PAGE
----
Falk and Svanhild's first conversation is a brilliant exploration of the stifling forces of convention upon free spirits. Falk comments upon her mythical name. To which:

SVANHILD.
Is it so grim?

FALK.
            No, lovely as a song,
But for our age too great and stern and strong,
How can a modern demoiselle fill out
The ideal that heroic name expresses?
No, no, discard it with your outworn dresses.

SVANHILD.
You mean the mythical princess, no doubt—

FALK.
Who, guiltless, died beneath the horse's feet.

SVANHILD.
But now such acts are clearly obsolete.
No, no, I'll mount his saddle! There's my place!
How often have I dreamt, in pensive ease,
He bore me, buoyant, through the world apace,
His mane a flag of freedom in the breeze!

FALK.
Yes, the old tale. In "pensive ease" no mortal
Is stopped by thwarting bar or cullis'd portal;
Fearless we cleave the ether without bound;
In practice, tho', we shrewdly hug the ground;
For all love life and, having choice, will choose it;
And no man dares to leap where he may lose it.

SVANHILD.
Yes! show me but the end, I'll spurn the shore;
But let the end be worth the leaping for!
A Ballarat beyond the desert sands—
Else each will stay exactly where he stands.  


By this time, I think, despite the foreboding of her first words, we're convinced that this is going, to put it crudely, somewhere. This is exacerbated by the sharp tension between the thoughts of Falk and Svanhild, and the rest of the people in the country house - encapsulated, for instance, in this brilliant exchange between Falk and the recently engaged Lind:



LIND [seizing FALK's hand].
My friend, I walk in rapt intoxication!

FALK.
Hold! As a plighted man you are a member
Of Rapture's Temperance-association.
Observe it's rules;—no orgies here, remember!  


And in Falk's commentary on the priest, and in Svanhild's yearning reply:



FALK [looking after STRAWMAN who appears at the window].
       He was once so brilliant and strong;
Warred with the world to win his mistress; passed
For Custom's doughtiest iconoclast;
And pored forth love in paeans of glad song—!
Look at him now! In solemn robes and wraps,
A two-legged drama on his own collapse!
And she, the limp-skirt slattern, with the shoes
Heel-trodden, that squeak and clatter in her traces,
This is the winged maid who was his Muse
And escort to the kingdom of the graces!
Of all that fire this puff of smoke's the end!
Sic transit gloria amoris, friend.

SVANHILD.
Yes, it is wretched, wretched past compare.
I know of no one's lot that I would share.


And you're convinced of it when Falk proposes his we-two-against-the-world ideal. This is the classically romantic story, heading for a classically romantic climax. But here's the surprise. Svanhild doesn't want to be a muse, after all. 



FALK.
         Yes, free, for freedom's all-in-all
Is absolutely to fulfil our Call.
And you by heaven were destined, I know well,
To be my bulwark against beauty's spell.
I, like my falcon namesake, have to swing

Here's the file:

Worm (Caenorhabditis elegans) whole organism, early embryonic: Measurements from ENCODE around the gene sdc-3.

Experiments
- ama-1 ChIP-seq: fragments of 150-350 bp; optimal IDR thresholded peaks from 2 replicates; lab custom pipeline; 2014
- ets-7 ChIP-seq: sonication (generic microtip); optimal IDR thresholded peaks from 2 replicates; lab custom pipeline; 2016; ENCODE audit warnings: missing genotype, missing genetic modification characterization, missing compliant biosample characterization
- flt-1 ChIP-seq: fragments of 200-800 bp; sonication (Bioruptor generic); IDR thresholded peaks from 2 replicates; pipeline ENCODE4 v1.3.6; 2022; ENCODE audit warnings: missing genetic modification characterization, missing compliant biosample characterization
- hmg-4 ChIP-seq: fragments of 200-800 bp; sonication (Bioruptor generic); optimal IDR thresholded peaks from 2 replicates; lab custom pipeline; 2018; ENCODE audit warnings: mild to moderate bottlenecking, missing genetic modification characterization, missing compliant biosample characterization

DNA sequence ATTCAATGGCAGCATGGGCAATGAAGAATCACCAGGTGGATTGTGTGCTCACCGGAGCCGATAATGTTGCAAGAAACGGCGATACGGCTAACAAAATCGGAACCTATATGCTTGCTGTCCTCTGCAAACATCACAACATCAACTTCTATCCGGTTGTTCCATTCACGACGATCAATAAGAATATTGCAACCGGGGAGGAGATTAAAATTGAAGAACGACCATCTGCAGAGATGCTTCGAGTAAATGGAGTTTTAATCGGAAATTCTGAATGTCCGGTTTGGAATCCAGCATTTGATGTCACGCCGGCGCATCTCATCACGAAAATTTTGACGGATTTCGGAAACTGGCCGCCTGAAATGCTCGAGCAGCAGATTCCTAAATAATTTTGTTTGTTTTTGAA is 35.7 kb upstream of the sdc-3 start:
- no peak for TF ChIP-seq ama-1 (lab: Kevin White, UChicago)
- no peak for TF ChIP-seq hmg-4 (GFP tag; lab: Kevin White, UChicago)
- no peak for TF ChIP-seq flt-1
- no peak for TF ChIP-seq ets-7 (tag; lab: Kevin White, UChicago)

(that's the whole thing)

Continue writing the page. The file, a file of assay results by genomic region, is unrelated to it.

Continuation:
Against the wind, if I would reach the sky!
You are the breeze I must be breasted by,
You, only you, put vigour in my wing:
Be mine, be mine, until the world shall take you,
When leaves are falling, then our paths shall part.
Sing unto me the treasures of your heart,
And for each song another song I'll make you;
So may you pass into the lamplit glow
Of age, as forests fade without a throe.

SVANHILD [with suppressed bitterness].
I cannot thank you, for your words betray
The meaning of your kind solicitude.
You eye me as a boy a sallow, good
To cut and play the flute on for a day.

FALK.
Yes, better than to linger in the swamp
Till autumn choke it with her grey mists damp!
                                  [Vehemently.
You must! you shall! To me you must present
What God to you so bountifully lent.
I speak in song what you in dreams have meant.
See yonder bird I innocently slew,
Her warbling was Song's book of books for you.
O, yield your music as she yielded hers!
My life shall be that music set to verse!

SVANHILD.
And when you know me, when my songs are flown,
And my last requiem chanted from the bough,—
What then?

FALK [observing her].
           What then? Ah, well, remember now!
                       [Pointing to the garden.

SVANHILD [gently].
Yes, I remember you can drive a stone.

FALK [with a scornful laugh].
This is your vaunted soul of freedom therefore!
All daring, if it had an end to dare for!
                                   [Vehemently.
I've shown you one; now, once for all, your yea
Or nay.

SVANHILD.
        You know the answer I must make you:
I never can accept you in your way.

FALK [coldly, breaking off].
Then there's an end of it; the world may take you!


number of things at play here. The most important being, probably, that Falk is throwing down the gauntlet. I don't make any promises that this will last, he's saying, but if you want the moment - then it is here. He's virtually admitting that there will come a time when Svanhild will become quotidian and ordinary to him, no longer the inspiration or the muse, no longer his poetry or his song - and that is simply... the way it is. But of course, what Falk entirely fails to see, and what Svanhild understands perfectly, is the other side to it. She says:

Are you content the fields of air to tread
Hanging your poet's life upon a thread
That at my pleasure I can slip and sever?

And then again:

Mind well this day, and heed it, and beware;
Trust to your own wings only for your flight,
Sure, if they do not break, that they will bear.
The paper poem for the desk is fit,
That which is lived alone has life in it;
That only has the wings that scale the height;
Choose now between them, poet: be, or write!


The interplay of ideas is spectacular. For here's the old theme back again, the warning: if you choose to live your life in a poem, and the poem depends upon something temporal, fleeting and inconstant, then there will be nothing for you once the poem ends. And at this point of the play, although Falk is minded to accept the advice, we certainly aren't. We'd rather that he lives the poem, even though it must be extinguished in a blaze of fire, and be reduced to dust and ash.   

(to be contd.)